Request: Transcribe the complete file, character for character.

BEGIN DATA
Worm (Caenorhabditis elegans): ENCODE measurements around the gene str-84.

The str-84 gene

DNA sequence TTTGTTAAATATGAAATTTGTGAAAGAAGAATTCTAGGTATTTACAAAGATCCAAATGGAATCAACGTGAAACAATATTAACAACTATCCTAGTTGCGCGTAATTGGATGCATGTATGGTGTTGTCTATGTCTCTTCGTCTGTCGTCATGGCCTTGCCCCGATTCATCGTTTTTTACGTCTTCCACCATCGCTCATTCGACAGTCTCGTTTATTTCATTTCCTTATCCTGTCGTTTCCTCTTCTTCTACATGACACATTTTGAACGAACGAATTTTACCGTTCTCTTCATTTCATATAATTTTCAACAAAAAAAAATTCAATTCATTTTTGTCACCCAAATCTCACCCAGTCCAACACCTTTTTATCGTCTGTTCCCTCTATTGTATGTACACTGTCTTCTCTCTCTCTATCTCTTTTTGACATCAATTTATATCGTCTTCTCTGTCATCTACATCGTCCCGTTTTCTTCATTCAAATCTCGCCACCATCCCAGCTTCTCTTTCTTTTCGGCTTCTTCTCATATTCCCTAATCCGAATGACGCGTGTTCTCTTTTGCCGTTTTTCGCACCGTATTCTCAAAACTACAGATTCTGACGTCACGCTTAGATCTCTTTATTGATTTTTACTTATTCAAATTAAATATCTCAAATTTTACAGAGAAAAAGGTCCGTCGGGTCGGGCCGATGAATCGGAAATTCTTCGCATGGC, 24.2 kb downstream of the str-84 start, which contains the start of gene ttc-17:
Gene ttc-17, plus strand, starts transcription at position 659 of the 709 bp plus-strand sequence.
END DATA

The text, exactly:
Worm (Caenorhabditis elegans): ENCODE measurements around the gene str-84.

The str-84 gene

DNA sequence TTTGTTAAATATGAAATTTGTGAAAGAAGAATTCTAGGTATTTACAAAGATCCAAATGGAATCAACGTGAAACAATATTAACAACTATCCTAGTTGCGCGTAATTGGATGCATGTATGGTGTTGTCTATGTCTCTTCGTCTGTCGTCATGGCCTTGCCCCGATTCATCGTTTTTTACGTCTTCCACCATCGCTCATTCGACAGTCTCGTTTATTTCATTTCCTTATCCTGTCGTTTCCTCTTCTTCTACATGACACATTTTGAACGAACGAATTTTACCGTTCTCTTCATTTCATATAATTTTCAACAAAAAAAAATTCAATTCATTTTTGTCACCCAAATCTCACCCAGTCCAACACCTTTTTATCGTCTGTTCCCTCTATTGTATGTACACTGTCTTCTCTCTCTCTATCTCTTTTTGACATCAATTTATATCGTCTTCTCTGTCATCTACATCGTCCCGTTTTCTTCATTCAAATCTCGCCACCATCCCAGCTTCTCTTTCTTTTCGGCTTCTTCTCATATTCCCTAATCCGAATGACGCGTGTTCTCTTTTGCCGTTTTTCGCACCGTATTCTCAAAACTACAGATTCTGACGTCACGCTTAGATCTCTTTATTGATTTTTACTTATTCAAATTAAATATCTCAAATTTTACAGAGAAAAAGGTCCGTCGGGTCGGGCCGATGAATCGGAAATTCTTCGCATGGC, 24.2 kb downstream of the str-84 start, which contains the start of gene ttc-17:
Gene ttc-17, plus strand, starts transcription at position 659 of the 709 bp plus-strand sequence.